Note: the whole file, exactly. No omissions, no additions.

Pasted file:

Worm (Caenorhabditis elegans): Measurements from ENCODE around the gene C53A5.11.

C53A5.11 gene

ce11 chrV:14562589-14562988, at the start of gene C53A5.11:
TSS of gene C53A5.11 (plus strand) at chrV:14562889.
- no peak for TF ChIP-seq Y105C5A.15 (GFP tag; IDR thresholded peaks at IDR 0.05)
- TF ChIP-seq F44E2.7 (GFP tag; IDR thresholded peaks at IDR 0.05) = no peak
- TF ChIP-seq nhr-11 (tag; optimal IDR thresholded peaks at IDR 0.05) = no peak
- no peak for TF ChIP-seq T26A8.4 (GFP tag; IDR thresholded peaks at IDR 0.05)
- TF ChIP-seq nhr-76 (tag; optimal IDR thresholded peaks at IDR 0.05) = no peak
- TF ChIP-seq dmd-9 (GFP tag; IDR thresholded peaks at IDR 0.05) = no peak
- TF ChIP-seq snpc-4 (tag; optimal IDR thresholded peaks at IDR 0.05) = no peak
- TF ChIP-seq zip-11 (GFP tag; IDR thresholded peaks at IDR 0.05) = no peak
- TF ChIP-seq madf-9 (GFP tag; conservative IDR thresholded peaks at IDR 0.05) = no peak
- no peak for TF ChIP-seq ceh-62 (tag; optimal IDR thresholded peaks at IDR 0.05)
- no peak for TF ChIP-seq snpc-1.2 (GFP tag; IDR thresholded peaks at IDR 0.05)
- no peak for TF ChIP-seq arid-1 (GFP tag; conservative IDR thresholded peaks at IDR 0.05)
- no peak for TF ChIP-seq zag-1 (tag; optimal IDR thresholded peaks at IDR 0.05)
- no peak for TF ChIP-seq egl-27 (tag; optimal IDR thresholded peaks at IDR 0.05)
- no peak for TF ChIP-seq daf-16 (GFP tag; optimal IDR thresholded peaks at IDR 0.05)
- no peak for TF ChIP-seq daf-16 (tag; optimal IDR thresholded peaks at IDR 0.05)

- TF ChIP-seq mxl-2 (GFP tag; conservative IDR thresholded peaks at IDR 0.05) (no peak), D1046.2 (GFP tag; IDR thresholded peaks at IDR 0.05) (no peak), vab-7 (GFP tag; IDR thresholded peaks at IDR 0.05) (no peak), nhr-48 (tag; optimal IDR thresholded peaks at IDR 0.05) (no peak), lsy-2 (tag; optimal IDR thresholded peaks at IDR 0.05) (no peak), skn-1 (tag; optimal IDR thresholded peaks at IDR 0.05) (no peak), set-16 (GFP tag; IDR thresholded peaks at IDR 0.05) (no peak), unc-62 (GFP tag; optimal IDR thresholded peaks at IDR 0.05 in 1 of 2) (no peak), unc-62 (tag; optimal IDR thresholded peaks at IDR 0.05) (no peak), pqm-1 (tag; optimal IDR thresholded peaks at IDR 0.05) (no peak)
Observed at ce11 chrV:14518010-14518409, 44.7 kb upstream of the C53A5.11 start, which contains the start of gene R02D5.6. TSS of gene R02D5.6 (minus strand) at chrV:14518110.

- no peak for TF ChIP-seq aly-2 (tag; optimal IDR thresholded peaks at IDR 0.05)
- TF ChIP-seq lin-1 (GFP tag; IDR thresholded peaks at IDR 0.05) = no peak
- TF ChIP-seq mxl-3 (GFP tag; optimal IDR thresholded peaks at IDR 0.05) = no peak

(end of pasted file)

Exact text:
Worm (Caenorhabditis elegans): Measurements from ENCODE around the gene C53A5.11.

C53A5.11 gene

ce11 chrV:14562589-14562988, at the start of gene C53A5.11:
TSS of gene C53A5.11 (plus strand) at chrV:14562889.
- no peak for TF ChIP-seq Y105C5A.15 (GFP tag; IDR thresholded peaks at IDR 0.05)
- TF ChIP-seq F44E2.7 (GFP tag; IDR thresholded peaks at IDR 0.05) = no peak
- TF ChIP-seq nhr-11 (tag; optimal IDR thresholded peaks at IDR 0.05) = no peak
- no peak for TF ChIP-seq T26A8.4 (GFP tag; IDR thresholded peaks at IDR 0.05)
- TF ChIP-seq nhr-76 (tag; optimal IDR thresholded peaks at IDR 0.05) = no peak
- TF ChIP-seq dmd-9 (GFP tag; IDR thresholded peaks at IDR 0.05) = no peak
- TF ChIP-seq snpc-4 (tag; optimal IDR thresholded peaks at IDR 0.05) = no peak
- TF ChIP-seq zip-11 (GFP tag; IDR thresholded peaks at IDR 0.05) = no peak
- TF ChIP-seq madf-9 (GFP tag; conservative IDR thresholded peaks at IDR 0.05) = no peak
- no peak for TF ChIP-seq ceh-62 (tag; optimal IDR thresholded peaks at IDR 0.05)
- no peak for TF ChIP-seq snpc-1.2 (GFP tag; IDR thresholded peaks at IDR 0.05)
- no peak for TF ChIP-seq arid-1 (GFP tag; conservative IDR thresholded peaks at IDR 0.05)
- no peak for TF ChIP-seq zag-1 (tag; optimal IDR thresholded peaks at IDR 0.05)
- no peak for TF ChIP-seq egl-27 (tag; optimal IDR thresholded peaks at IDR 0.05)
- no peak for TF ChIP-seq daf-16 (GFP tag; optimal IDR thresholded peaks at IDR 0.05)
- no peak for TF ChIP-seq daf-16 (tag; optimal IDR thresholded peaks at IDR 0.05)

- TF ChIP-seq mxl-2 (GFP tag; conservative IDR thresholded peaks at IDR 0.05) (no peak), D1046.2 (GFP tag; IDR thresholded peaks at IDR 0.05) (no peak), vab-7 (GFP tag; IDR thresholded peaks at IDR 0.05) (no peak), nhr-48 (tag; optimal IDR thresholded peaks at IDR 0.05) (no peak), lsy-2 (tag; optimal IDR thresholded peaks at IDR 0.05) (no peak), skn-1 (tag; optimal IDR thresholded peaks at IDR 0.05) (no peak), set-16 (GFP tag; IDR thresholded peaks at IDR 0.05) (no peak), unc-62 (GFP tag; optimal IDR thresholded peaks at IDR 0.05 in 1 of 2) (no peak), unc-62 (tag; optimal IDR thresholded peaks at IDR 0.05) (no peak), pqm-1 (tag; optimal IDR thresholded peaks at IDR 0.05) (no peak)
Observed at ce11 chrV:14518010-14518409, 44.7 kb upstream of the C53A5.11 start, which contains the start of gene R02D5.6. TSS of gene R02D5.6 (minus strand) at chrV:14518110.

- no peak for TF ChIP-seq aly-2 (tag; optimal IDR thresholded peaks at IDR 0.05)
- TF ChIP-seq lin-1 (GFP tag; IDR thresholded peaks at IDR 0.05) = no peak
- TF ChIP-seq mxl-3 (GFP tag; optimal IDR thresholded peaks at IDR 0.05) = no peak